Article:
Rutte: Putin has "attacked everything we've built since WWII"
Dutch Prime Minister Mark Rutte said that the Russian invasion of Ukraine was "heartbreaking." During his regular press conference after his weekly meeting with Cabinet ministers, Rutte said the Russian military action "is also an attack on everything we have built after the Second World War. It is the biggest violation of international law since 1945, by far."
The prime minister added, "The whole world is united in its cry for Putin to withdraw from Ukraine." Rutte affirmed that it will not lead to divisions in the West. Far from it, Rutte told of how the European Union countries and its allies are united against the tactics of Russian President Vladimir Putin.
“If Putin has tried to create division, he has gained unity. We have prepared a sanctions package against those responsible. The Russian regime and its leader. Adding Putin to the list succeeded," Rutte said, adding that he was pleased the Russian leader will be held accountable. "Compared to the sanctions package following the Crimea [annexation], this is ten times heavier."
The sanctions are now in the hands of member states who have to implement them. There were objections with the European Union about barring Russia from the SWIFT banking transaction system. Rutte initially spoke against this, saying that it could be a useful tool to further tighten sanctions if Russia does not back down and withdraw from Ukraine. A majority of Dutch MPs support blocking Russia from SWIFT, including those from Rutte's own party.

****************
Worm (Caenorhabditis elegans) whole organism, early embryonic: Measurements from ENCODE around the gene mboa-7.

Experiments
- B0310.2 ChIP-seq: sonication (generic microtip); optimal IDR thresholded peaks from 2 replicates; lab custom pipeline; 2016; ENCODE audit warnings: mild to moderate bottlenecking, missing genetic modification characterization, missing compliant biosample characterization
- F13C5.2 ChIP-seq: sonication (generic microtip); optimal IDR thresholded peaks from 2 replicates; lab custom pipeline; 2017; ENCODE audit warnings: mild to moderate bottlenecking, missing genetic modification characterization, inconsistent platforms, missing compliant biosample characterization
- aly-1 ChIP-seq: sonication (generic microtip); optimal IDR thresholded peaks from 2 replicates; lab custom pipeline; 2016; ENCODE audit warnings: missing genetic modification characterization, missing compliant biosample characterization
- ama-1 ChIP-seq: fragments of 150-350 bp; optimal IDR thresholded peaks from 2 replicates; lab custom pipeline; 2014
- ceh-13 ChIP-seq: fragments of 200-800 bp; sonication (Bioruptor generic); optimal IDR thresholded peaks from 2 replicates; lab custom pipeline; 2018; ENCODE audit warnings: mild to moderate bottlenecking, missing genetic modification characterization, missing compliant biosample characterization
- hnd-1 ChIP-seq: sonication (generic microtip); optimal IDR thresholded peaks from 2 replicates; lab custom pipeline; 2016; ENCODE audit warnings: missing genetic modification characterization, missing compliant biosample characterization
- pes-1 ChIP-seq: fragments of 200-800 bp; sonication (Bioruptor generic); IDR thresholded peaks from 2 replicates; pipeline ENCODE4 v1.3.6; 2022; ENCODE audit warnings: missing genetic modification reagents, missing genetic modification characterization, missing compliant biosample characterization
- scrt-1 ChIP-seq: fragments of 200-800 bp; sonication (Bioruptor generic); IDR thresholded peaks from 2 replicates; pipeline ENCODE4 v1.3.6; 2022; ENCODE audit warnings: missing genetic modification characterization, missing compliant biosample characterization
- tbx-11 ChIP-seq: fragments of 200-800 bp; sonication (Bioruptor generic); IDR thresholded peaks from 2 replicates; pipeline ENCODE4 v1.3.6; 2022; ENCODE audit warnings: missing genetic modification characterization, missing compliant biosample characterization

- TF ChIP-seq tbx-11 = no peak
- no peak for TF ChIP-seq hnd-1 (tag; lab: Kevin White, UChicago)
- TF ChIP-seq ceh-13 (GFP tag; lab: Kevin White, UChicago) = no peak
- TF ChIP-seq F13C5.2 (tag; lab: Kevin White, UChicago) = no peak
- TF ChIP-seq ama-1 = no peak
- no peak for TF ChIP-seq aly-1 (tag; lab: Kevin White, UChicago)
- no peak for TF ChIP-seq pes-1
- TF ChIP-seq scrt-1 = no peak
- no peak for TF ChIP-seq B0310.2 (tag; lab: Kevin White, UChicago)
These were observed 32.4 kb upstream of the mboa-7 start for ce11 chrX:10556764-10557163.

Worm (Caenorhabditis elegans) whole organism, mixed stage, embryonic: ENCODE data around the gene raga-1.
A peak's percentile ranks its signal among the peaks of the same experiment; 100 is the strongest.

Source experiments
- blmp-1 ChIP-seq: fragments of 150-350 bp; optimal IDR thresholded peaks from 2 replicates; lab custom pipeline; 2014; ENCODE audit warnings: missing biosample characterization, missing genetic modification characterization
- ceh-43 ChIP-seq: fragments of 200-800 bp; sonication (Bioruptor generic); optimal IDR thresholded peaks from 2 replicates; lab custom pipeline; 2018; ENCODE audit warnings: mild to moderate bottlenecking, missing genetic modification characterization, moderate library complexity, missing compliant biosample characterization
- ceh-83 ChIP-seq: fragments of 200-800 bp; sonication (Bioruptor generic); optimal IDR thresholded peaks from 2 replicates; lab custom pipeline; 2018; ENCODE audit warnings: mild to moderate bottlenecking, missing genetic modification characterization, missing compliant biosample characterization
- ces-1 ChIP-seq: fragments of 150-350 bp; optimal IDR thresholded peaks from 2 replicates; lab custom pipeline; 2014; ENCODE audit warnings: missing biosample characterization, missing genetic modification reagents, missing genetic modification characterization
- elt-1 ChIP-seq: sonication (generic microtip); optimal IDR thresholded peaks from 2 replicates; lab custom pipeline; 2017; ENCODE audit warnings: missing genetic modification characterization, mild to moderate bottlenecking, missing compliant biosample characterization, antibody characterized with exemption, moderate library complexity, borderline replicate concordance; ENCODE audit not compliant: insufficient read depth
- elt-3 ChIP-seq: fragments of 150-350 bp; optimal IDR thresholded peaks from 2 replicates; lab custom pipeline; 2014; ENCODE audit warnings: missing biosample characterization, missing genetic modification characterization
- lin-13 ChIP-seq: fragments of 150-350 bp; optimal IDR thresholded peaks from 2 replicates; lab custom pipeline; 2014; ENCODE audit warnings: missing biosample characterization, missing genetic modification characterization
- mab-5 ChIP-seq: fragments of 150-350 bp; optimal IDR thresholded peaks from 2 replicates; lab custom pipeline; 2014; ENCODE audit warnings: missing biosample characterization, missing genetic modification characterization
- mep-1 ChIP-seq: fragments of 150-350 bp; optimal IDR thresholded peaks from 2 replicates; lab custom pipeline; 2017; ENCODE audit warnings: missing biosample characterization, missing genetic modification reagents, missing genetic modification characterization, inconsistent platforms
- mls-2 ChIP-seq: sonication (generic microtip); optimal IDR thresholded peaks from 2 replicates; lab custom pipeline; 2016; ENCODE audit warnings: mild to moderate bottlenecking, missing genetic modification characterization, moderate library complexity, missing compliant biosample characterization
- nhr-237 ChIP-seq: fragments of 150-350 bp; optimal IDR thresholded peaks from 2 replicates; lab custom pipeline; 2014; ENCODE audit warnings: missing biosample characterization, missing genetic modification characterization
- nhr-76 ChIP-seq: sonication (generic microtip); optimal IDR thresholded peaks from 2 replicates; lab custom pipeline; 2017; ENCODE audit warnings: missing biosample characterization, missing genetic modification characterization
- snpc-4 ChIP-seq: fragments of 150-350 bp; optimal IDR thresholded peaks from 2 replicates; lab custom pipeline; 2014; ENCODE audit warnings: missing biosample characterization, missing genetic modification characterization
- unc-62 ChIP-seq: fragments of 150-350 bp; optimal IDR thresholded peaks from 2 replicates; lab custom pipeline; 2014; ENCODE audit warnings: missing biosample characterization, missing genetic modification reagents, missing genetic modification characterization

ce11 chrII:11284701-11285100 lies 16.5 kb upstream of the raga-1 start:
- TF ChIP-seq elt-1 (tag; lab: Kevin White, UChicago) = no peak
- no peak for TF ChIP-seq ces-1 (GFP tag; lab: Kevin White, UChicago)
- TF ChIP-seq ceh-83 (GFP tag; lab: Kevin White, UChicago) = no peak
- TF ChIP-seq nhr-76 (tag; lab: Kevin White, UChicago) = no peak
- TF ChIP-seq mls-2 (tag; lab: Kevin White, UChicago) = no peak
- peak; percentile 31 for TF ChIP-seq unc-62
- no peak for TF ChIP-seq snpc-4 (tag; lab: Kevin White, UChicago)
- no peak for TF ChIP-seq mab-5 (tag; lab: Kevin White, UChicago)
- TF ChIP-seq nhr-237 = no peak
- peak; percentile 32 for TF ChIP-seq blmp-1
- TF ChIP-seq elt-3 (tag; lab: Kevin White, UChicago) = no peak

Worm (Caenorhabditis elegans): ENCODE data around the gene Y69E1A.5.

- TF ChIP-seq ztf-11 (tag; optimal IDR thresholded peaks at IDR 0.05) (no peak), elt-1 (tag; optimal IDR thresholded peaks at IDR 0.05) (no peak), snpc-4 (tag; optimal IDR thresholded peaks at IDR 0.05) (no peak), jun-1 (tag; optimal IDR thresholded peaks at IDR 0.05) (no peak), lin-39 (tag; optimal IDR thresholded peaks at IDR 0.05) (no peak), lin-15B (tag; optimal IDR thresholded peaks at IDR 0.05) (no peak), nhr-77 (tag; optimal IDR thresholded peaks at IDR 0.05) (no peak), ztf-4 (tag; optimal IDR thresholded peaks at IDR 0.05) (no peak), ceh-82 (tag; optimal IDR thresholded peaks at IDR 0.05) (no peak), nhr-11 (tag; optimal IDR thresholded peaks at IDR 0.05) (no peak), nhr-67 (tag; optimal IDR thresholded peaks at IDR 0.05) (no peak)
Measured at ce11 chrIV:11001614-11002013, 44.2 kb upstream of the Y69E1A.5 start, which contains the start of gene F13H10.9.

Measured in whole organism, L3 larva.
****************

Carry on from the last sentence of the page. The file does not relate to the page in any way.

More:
During Friday's press conference, Rutte said that he argued in favor of barring Russia from SWIFT, and said he also "really wanted" Putin's name on the sanctions list. "It could still be decided at a later date to add SWIFT," Rutte said. Earlier in the day, he told journalists in Brussels, "A number of countries are hesitant since it has serious consequences for themselves."
After the meeting of Cabinet members, Eric van den Burg, the state secretary who handles immigration issues, said that the Ukrainians fleeing to the Netherlands as refugees will have to rely on municipalities to arrange housing for them. It is not clear how many refugees will travel to the Netherlands once they enter the European Union, likely at the Ukrainian border with Poland, Trouw reported. If they arrive in the Netherlands with a passport, they may not have to enter the formal asylum procedure.
"We are working on different scenarios, but it is fair to say that these are all very 'if-this-then-that' situations, because we do not know how the conflict in Ukraine will develop. Three days ago, we didn't expect to have this conversation," Van den Burg said. He said that European countries will have to work on the refugee situation together.